Publications By Category

Publications By Type
Articles

Books

In-House Bulletins

Monographs

Policy Papers


Archive




Russia Reform Monitor - No. 2208

Pentagon ponders how to nullify Russia's nuclear strategy;
The Kremlin's quiet aid to the Taliban

Edited by Ilan Berman and Margot Van Loon
April 24, 2018


March 19:

Radio Svoboda reports that Russia is staging large-scale military exercises in its southern regions along Ukraine's eastern border. Parts of the exercises are also being conducted on the annexed territory of Crimea and in the breakaway Georgian regions of Abkhazia and South Ossetia. According to the press services of the Southern Military District, roughly 8,000 Russian servicemembers and 1,500 units of military equipment – including multiple rocket launcher systems – were transported by convoy and by rail to participate. Kyiv has called the ramped-up Russian military presence in the region an act of aggression, and several Western countries have expressed concern over the deployment as well.

March 20:

The Pentagon's nuclear strategy is focused anew on deterring an old foe: Russia.
Defense News notes that, in its 2018 Nuclear Posture Review, which has been released publicly in recent days, the U.S. Defense Department stresses the need to augment its low-yield nuclear weapons capabilities in order to deter Russia. The new NPR calls for the U.S. Navy to build two new such weapons: a "low-yield warhead for existing submarine-launched ballistic missiles, or SLBM, and a nuclear-capable cruise missile that could be used by subs."

Top military officials are now making the case to Congress to fund such capabilities. In recent testimony before the Senate Arms Services Committee, Gen. John Hyten, the commander of U.S. Strategic Command (USSTRATCOM), said that he "strongly agrees" with the need to augment U.S. nuclear forces in order to better address the Russia's strategy of "escalate to de-escalate" - involving potential use of tactical nuclear weapons by Russia, in response to which "the United States would either be forced to escalate the conflict with higher-yield, strategic nukes — something the U.S. could be loathe to do — or to concede," because it currently does not possess adequate low-yield nuclear weapons capabilities.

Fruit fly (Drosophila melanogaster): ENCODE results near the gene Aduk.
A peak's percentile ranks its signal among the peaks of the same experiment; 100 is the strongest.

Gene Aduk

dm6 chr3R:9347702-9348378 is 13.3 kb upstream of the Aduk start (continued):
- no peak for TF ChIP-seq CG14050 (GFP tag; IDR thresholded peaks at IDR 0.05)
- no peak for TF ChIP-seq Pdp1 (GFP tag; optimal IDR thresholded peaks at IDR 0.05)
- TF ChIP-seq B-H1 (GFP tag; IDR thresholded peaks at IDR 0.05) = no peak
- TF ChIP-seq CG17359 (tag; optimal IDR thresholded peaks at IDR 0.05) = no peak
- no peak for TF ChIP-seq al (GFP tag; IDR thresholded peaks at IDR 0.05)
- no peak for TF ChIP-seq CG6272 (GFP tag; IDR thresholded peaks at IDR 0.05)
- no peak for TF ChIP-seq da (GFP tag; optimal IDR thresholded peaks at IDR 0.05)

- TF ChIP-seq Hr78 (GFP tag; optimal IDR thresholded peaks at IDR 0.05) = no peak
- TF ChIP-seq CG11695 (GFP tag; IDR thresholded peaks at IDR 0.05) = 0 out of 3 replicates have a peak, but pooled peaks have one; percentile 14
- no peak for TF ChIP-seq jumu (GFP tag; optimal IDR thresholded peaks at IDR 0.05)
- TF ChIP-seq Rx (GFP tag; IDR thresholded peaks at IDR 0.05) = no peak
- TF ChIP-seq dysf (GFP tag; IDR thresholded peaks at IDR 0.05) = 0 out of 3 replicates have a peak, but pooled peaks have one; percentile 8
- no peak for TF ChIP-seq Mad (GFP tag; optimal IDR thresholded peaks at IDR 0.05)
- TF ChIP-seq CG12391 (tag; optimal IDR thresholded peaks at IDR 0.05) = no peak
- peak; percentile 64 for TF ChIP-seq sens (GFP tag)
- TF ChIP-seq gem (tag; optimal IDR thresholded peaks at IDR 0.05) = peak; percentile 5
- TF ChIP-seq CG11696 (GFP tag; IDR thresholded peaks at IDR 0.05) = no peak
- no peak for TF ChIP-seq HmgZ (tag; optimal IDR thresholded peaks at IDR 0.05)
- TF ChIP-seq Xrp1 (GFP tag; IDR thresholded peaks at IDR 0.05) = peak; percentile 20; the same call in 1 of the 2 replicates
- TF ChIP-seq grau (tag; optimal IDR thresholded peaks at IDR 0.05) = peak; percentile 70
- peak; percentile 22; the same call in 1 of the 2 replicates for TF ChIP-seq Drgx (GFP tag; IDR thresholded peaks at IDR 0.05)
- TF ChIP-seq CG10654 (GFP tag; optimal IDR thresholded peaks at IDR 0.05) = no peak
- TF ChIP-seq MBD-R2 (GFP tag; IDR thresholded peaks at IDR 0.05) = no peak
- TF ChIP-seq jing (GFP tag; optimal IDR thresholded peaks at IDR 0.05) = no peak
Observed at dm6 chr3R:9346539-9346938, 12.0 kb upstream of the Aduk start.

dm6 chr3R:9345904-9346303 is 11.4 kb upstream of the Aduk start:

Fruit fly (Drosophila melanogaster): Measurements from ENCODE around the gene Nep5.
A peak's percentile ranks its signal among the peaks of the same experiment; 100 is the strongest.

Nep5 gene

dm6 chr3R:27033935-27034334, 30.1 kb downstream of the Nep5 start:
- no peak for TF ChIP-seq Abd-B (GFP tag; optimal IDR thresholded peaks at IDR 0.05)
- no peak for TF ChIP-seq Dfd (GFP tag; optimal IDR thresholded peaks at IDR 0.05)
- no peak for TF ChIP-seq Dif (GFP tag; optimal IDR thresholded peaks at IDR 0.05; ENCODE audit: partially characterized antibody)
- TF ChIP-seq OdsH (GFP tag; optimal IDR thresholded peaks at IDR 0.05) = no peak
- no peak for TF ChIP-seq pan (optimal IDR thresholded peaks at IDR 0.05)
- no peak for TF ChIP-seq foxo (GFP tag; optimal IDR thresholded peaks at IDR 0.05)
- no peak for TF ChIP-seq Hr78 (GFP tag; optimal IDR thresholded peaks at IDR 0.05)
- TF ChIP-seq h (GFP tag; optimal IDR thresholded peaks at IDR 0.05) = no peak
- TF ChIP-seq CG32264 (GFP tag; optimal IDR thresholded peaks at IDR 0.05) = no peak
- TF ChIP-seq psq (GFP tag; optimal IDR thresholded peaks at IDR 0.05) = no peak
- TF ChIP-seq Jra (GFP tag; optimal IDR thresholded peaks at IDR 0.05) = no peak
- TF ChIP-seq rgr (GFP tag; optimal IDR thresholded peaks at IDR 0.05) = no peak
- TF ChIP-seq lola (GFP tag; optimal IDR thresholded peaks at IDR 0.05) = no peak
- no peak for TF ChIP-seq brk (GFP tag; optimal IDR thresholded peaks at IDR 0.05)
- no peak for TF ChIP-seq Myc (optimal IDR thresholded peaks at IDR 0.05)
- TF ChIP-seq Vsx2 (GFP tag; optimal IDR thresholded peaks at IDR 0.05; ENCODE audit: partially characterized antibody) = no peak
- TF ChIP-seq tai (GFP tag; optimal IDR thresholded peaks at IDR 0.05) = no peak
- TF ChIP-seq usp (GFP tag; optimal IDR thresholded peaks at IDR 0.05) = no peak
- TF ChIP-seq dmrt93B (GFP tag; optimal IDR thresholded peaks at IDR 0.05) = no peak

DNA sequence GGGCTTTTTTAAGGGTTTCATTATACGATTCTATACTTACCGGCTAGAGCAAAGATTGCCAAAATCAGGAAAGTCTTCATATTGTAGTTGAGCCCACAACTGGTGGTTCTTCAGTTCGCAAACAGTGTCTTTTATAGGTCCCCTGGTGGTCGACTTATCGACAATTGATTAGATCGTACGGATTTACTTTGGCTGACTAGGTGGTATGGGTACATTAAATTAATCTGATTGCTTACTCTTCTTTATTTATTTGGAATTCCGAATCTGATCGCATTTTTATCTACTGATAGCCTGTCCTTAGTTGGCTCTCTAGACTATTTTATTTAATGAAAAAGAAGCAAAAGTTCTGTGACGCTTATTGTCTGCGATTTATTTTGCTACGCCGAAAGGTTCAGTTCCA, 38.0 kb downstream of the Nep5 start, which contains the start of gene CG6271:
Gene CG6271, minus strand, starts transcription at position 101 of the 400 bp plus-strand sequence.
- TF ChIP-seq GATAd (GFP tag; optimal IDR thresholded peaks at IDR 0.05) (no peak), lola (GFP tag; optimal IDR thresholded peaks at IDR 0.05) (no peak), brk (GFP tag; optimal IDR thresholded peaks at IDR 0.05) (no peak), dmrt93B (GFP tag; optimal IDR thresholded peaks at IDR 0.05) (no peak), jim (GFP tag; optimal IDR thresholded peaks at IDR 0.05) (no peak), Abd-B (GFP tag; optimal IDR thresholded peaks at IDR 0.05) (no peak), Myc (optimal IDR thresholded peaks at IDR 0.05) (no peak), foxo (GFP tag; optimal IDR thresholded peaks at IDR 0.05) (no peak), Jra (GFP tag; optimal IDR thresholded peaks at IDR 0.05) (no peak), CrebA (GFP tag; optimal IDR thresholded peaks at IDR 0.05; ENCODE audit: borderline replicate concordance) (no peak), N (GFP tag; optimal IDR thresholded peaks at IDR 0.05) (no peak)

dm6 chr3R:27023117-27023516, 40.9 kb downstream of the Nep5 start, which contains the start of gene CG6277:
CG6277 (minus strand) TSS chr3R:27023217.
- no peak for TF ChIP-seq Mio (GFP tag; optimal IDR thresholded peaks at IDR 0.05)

Russia, meanwhile, is ramping up its deployment of "banned" cruise missiles, Hyten said at the same hearing.
According to Radio Free Europe/Radio Liberty, the STRATCOM chief confirmed to lawmakers that the Kremlin has increased the pace of its deployments of cruise missile systems that violate the Intermediate Nuclear Forces Treaty, a key Cold War-era arms control pact.

March 21:

Russia has labeled one of America's most prominent think tanks as an "undesirable" organization.
According to Radio Free Europe/Radio Liberty, Russia's Foreign Ministry has formally added the German Marshall Fund of the United States - which is dedicated to fostering transatlantic relations and promoting human rights and the rule of law - to its official list of organizations "whose operation has been recognized as undesirable on Russian territory" pursuant to a controversial 2015 law. That legislation enables the Kremlin "to ban the organizations and launch criminal proceedings against Russian groups that work with them." The Fund is the 14th NGO to be blacklisted this way by Russian authorities to date.

March 23:

Russia is carrying out "destabilizing activity" in Afghanistan, including providing arms to the radical Taliban movement, America's top military commander in the country has said.
In an interview with the BBC, Gen. John Nicholson, the head of U.S. forces in Afghanistan, outlined that the Kremlin is using a false counterterrorism rationale to justify its involvement in the war-torn nation. "We see a narrative that's being used that grossly exaggerates the number of ISIS fighters here," Nicholson said. "This narrative then is used as a justification for the Russians to legitimise the actions of [the] Taliban and provide some degree of support to the Taliban."

This support, according to Nicholson, has taken the form of weaponry that has increased the lethality of Afghanistan's ousted Islamist movement. "We've had stories written by the Taliban that have appeared in the media about financial support provided by the enemy. We've had weapons brought to this headquarters and given to us by Afghan leaders and said, this was given by the Russians to the Taliban. We know that the Russians are involved."


Related Categories: Russia; Russia and Eurasia Program; Ukraine

Downloadable Files: N/A